Synapse Formation and Plasticity in the Developing Dentate Gyrus

  • Carl W. Cotman


The dentate gyrus of the hippocampal formation may serve as a key area regulating cortical input to the limbic system. Cortical inputs converge at the entorhinal cortex which sends a massive excitatory projection to the granule cells of the dentate gyrus (Anderson, 1975). Pyramidal cells which receive a much sparser input rarely, if ever, fire. In the operation of hippocampal circuitry, cortical inputs drive granule cells which stimulate CA3 pyramidal cells which in turn diverge and project to other parts of the hippocampus, and ultimately to various limbic system nuclei. Inputs converge at the entorhinal cortex and diverge after the dentate gyrus. It is at the dentate gyrus where the pathway is unbranched, and where the first opportunity exists to regulate the flow of cortical information into the limbic system. In systems as diverse as complex engineering functions and metabolic pathways, the initial unbranched point in the system is usually the key regulatory point. Thus it might be that the transfer of information through the dentate gyrus is finely regulated.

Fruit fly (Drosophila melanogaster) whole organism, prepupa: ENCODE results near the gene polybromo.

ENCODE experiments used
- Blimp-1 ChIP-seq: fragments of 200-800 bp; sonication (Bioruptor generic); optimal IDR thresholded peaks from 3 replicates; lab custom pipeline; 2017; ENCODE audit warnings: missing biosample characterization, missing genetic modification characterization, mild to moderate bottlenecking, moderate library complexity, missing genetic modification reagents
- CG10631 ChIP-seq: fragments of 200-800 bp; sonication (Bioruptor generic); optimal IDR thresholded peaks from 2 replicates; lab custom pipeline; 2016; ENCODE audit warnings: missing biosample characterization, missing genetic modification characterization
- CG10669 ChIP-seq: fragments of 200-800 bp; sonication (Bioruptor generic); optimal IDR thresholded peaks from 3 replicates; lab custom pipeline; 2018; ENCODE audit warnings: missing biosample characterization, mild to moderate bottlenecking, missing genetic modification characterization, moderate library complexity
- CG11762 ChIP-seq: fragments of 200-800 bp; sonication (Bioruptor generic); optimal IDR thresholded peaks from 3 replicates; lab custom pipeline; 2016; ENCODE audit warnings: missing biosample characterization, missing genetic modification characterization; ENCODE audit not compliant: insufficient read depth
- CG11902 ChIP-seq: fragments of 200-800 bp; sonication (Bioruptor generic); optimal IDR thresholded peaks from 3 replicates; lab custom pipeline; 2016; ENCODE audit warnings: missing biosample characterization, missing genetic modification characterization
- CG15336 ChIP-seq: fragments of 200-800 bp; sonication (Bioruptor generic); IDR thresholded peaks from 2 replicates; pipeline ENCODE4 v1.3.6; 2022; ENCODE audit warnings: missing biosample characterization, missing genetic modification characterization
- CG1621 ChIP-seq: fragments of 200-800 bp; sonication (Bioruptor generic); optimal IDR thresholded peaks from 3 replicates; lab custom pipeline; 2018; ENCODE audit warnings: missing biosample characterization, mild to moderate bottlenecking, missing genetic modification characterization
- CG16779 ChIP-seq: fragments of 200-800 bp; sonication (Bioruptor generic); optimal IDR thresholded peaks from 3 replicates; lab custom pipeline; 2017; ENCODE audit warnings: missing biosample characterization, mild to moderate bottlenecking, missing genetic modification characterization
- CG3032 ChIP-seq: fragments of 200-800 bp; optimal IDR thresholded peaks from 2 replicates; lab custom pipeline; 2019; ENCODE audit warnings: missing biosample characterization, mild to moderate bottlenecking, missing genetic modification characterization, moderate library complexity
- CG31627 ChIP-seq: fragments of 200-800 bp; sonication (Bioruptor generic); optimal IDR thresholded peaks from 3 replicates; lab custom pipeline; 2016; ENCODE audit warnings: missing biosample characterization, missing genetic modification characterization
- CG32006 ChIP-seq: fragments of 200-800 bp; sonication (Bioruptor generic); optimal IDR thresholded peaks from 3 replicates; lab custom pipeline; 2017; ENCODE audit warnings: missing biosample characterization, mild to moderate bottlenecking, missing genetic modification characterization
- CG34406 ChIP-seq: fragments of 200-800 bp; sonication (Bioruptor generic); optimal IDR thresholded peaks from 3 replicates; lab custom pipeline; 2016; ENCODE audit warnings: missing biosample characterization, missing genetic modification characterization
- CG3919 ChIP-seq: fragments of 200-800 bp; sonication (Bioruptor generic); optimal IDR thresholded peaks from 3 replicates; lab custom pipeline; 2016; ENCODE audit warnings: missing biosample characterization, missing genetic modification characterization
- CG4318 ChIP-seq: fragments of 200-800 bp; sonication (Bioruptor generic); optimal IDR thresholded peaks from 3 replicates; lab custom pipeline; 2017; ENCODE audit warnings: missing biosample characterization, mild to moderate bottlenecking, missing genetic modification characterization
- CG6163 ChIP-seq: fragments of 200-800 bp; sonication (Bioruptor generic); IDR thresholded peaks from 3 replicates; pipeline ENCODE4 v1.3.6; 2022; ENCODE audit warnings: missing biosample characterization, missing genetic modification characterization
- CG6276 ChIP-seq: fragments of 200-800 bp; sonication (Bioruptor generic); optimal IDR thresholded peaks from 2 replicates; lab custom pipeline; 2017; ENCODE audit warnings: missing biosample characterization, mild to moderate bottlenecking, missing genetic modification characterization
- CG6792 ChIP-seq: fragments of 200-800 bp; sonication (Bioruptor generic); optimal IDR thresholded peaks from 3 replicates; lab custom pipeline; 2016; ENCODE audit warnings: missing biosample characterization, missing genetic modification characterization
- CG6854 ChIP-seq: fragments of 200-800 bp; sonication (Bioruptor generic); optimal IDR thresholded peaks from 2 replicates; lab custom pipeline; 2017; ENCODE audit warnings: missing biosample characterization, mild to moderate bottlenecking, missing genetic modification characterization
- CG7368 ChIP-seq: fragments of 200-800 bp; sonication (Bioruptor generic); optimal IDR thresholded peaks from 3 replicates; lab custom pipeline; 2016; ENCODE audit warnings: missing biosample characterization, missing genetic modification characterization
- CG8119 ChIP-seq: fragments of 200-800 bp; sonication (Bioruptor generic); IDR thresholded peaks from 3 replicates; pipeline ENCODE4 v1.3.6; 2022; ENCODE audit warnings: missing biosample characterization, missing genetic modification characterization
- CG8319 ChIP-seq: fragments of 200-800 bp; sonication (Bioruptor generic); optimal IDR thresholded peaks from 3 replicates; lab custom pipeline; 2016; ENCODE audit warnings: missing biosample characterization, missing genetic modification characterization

Granule Cell Dentate Gyrus Entorhinal Cortex Molecular Layer Synapse Formation 
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© Springer Science+Business Media New York 1978

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  • Carl W. Cotman

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